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Should We Be Mourning Joe Paterno? Homosexual Acceptance and the Prevention of Rape

We should all be mourning right now. We should all be paying tribute to the man who served as the mentor for hundreds of young adults. However, the events of the past six months have changed our perception of this man. Or at least they should have. Unfortunately, many people would rather ignore these recent events as they mourn the death of Penn State football coach Joe Paterno.

I am appalled by the tribute Joe Paterno received after his death on Sunday, January 22, 2012. ESPN and major news outlets such as CNN and The New York Times published long tributes to the memory of Paterno, describing him as “more than a coach” and as a “symbol of integrity in collegiate athletics.” A mass candlelight vigil was held at the Penn State campus, as dozens came to his bronze statue to weep, leave flowers, and reminisce about the icon of the Pennsylvania state college. Penn State’s president Rodney Erickson related that Paterno will be “honored…for his remarkable life and legacy” and that the university is “deeply saddened.” In light of the events of the past six months, this tribute is disturbing.

Joe Paterno, coach of the Penn State football team for 46 years, obtained more wins than any other coach in college football history. However, Patnero was seen as more than a coach to Penn State—he was seen as a father, serving as a mentor and role model not only to the football players but to everyone in the university. Paterno made it his duty to guide his players both on and off the field and made generous financial contributions to Penn State. Penn State, in return, erected a bronze statue of him in front of its football field, Beaver Stadium.

This past November, however, Paterno’s defensive coordinator, Jerry Sandusky, was arrested on over 40 counts of sexual assault. It was revealed that Paterno had been informed of Sandusky’s actions in 2002 and that Paterno had not notified the police, though he did inform his supervisor. Paterno was criticized for not notifying the authorities and was immediately fired from his job at Penn State on November 8, 2011. Soon after, he was diagnosed with Lung Cancer and died on January 22, 2012.

Though Paterno did nothing illegal, Paterno is responsible for not taking the necessary steps to stop Sandusky. Had the police been notified in 2002, countless acts of sexual abuse could have been prevented. Some of the victims of abuse may never live normal lives, requiring numerous hours of psychotherapy, and studies show that victims of sexual abuse are at a high risk for criminal activity, depression, and suicide. It is possible that some of these boys will never live normal lives. These lives could have been salvaged had somebody had the courage to stop Sandusky.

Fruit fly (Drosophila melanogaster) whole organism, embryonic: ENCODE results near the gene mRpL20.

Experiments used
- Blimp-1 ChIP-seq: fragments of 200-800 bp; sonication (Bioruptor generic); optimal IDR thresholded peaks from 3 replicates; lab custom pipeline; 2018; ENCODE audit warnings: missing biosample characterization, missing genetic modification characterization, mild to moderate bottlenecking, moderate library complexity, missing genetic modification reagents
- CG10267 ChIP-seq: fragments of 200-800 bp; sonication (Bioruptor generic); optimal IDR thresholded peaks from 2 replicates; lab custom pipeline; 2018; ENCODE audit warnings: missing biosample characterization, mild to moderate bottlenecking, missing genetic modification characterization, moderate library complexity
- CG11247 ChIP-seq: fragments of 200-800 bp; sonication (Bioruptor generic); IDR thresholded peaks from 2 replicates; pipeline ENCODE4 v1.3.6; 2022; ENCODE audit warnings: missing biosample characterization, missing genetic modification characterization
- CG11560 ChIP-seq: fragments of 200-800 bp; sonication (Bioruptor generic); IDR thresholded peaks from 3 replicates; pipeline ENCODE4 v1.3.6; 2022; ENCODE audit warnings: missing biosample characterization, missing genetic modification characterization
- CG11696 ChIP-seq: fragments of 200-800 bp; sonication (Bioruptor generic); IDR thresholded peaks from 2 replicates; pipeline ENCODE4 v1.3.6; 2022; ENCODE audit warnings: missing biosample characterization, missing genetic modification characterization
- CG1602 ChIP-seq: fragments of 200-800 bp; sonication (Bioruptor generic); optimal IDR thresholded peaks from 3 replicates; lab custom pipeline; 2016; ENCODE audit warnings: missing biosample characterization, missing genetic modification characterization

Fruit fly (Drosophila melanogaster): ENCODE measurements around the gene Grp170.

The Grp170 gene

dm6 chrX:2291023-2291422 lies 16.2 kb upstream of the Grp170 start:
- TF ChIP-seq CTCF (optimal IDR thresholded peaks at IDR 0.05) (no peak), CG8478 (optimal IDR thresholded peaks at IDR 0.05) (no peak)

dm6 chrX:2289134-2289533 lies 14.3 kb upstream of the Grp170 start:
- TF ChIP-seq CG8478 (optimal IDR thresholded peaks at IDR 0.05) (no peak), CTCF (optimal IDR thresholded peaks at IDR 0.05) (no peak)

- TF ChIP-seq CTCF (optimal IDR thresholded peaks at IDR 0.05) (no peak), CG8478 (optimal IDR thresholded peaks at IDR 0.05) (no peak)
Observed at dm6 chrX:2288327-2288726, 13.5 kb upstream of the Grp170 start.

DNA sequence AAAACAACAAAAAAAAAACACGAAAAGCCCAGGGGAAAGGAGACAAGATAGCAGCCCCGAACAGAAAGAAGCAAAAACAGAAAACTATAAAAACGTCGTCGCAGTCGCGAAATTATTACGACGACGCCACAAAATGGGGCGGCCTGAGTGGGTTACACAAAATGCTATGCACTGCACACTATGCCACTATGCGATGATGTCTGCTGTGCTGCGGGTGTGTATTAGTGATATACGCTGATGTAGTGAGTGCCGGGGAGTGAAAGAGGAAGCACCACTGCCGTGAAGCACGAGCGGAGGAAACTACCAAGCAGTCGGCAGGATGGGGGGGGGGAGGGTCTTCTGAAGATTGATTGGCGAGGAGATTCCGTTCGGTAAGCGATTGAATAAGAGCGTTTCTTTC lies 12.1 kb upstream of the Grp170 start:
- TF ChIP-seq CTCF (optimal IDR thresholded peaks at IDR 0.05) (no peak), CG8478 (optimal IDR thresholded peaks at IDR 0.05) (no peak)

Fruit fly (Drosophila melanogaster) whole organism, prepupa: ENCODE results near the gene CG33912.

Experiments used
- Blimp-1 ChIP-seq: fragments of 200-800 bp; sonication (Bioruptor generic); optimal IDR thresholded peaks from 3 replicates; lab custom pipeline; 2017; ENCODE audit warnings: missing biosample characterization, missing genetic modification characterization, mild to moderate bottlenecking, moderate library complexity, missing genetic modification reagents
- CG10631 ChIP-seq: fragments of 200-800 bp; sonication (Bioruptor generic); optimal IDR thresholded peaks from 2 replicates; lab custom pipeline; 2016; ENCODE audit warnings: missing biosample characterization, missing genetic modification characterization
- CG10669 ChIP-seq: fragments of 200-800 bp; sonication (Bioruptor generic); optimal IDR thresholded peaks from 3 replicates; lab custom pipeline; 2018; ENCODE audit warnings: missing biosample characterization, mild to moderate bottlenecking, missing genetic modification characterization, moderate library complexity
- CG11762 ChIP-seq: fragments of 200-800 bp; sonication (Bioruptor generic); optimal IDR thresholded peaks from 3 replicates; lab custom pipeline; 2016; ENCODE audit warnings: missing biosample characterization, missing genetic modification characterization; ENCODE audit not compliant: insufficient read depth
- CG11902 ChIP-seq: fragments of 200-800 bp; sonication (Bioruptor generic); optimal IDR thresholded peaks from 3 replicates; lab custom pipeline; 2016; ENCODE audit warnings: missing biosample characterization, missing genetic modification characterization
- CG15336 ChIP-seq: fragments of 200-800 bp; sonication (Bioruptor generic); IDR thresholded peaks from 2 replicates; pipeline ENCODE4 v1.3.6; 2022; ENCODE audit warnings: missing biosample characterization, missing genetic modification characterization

I believe that these events and the reactions to them, or lack thereof, reflect a sad reality in the way society views sexual abuse of males by other males. Male rape is simply not considered “rape.” From the very beginning, nobody could come to accept the fact that Sandusky was raping boys.

Assistant Coach Mike McQueary testified that he witnessed Sandusky raping a ten-year-old boy. Why did McQueary not intervene? McQueary, a 36-year-old man, was certainly not afraid of a 68-year-old Sandusky. McQueary proceeded to tell Paterno, who later informed Penn State’s president, about the events. Shockingly, none of these people, all prominent and high-ranking in their fields, called the police. How is this possible? They probably thought that this was simply a slight mistake on Sandusky’s part and would probably blow over. The notion that Sandusky had raped a boy was probably incomprehensible.

In a New York Times opinion piece, “Secret Dread at Penn State,” Bard College professor Daniel Mendelsohn asks, “what if it had been a 10-year-old girl in the Penn State locker room that Friday night in 2002?” This question is jarring, mostly because we all know the answer. McQueary definitely would have tried to stop Sandusky. At the very least, he would have called the police. Everyone understands what is happening when a girl is raped; when a boy is raped, many people, including the law, minimize what is happening. Only recently, on January 6, did President Obama officially include male rape in the legal definition of “rape.” Paterno himself stated in an interview with The Washington Post, “I never heard of rape and a man.” According to the US Department of Justice, 3% of American men have been raped (as opposed to 17% of women). How is it that Paterno and the American legal system have “never heard of” male rape?

I believe that it is society’s general non-acceptance of homosexuality that has caused this casual attitude toward male rape. Though homosexuality is no longer illegal, the virulent anti-gay rhetoric espoused by many religious institutions and politicians makes it seem like there is something “wrong” with homosexual behavior. This is especially true in the sports world. There are virtually no openly homosexual professional athletes in the United States. Sports is seen as masculine, while homosexuality is not, so homosexuals have no place in sports. It was inconceivable to McQueary and Paterno that their expert defensive coordinator was engaging in homosexual behavior. Male rape will never be taken seriously until we start to accept homosexuality as a reality and not as the workings of the devil or as a psychological disease, something our country has yet to fully do.

Let us not to be too quick to idolize our cultural icons and raise them on a pedestal. It is great to have positive role models, but nobody, not even Joe Paterno, is infallible. To the mourners of Joe Paterno: Just try to keep in mind what every victim of Sandusky’s sexual abuse is probably thinking as they see you on TV, weeping by the statue of your demigod. His inaction has ruined their lives.